To Tattoo or Not To Tatto a Cat Tattoo?
June 25, 2018 10:42 PM   Subscribe

I'm considering getting a tattoo of Jenny Linsky, a little black cat who is the main character in an old series of children's stories I loved as a child. I'm hesitating because one of the stories is a bit culturally insensitive. Should I ditch the plan, or am I just using this as cover for cold feet? More below the fold.

One of my favorite books as a child was "Jenny and the Cat Club," and I've been thinking about getting a tattoo of one of the illustrations for a while now. Like this one or this one. (I'm not the only person who likes these two as tattoos.) Well. My little black cat went missing last year, and now that I've resigned myself to the fact she's not coming back, I've made plans to finally go through with it as a kind of memorial/reminder.

However, re-reading the stories reminded me that one of them prominently features Florio, a cat who wears an "Indian feathered head dress" he borrows from a doorman (yes, a doorman). Example 1; Example 2. Which is...not great. I wouldn't be getting a tattoo of Florio, of course. The illustrations I'm considering aren't even from that story. And I'm pretty sure this isn't any more objectionable than getting a tattoo of Bugs Bunny even though some of the old shorts were pretty racist. Nevertheless, Florio is giving me second thoughts all the same. Am I right to hesitate, or am I fixating on this so I'll have an excuse to back out?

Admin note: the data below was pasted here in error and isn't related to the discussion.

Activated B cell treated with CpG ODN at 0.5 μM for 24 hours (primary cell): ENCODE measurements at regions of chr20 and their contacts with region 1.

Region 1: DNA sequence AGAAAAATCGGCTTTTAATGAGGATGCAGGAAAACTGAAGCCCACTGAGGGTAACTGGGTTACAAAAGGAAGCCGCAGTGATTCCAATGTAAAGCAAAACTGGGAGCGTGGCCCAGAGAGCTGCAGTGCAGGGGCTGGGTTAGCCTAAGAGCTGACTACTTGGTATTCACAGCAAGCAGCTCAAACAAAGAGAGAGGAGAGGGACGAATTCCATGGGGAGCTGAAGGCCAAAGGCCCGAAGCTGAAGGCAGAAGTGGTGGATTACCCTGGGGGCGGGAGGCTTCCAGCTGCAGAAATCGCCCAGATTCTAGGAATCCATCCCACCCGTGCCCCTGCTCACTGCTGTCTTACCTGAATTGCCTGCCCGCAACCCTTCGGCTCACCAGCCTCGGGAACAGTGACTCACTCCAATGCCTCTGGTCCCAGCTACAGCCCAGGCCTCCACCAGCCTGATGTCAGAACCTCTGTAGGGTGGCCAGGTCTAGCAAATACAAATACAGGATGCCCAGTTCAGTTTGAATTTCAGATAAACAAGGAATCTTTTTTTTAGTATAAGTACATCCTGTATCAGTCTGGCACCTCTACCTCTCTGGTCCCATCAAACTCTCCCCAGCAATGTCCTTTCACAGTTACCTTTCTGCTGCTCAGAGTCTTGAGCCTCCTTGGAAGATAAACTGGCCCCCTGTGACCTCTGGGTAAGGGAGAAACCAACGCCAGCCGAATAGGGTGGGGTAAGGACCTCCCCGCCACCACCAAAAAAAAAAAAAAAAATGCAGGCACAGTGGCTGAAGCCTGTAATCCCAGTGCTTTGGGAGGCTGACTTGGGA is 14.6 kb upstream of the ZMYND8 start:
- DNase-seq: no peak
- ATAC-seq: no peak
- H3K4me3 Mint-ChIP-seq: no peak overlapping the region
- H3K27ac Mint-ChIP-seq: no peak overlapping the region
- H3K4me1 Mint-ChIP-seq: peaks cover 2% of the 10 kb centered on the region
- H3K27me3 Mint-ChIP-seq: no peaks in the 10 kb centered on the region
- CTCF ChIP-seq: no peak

(Obviously, it's a bad idea to get a tattoo if you're not sure you want it, and it's a bad idea to get a tattoo if you associate it with something negative regardless of whether the association is well-founded. I might scrap the plan for just those reasons. But I'd still want to know whether I'm looking for an excuse to do so.)
posted by anonymous to Clothing, Beauty, & Fashion (24 answers total) 1 user marked this as a favorite
 
If it’s not a “Fuck yes!!!” it’s a no.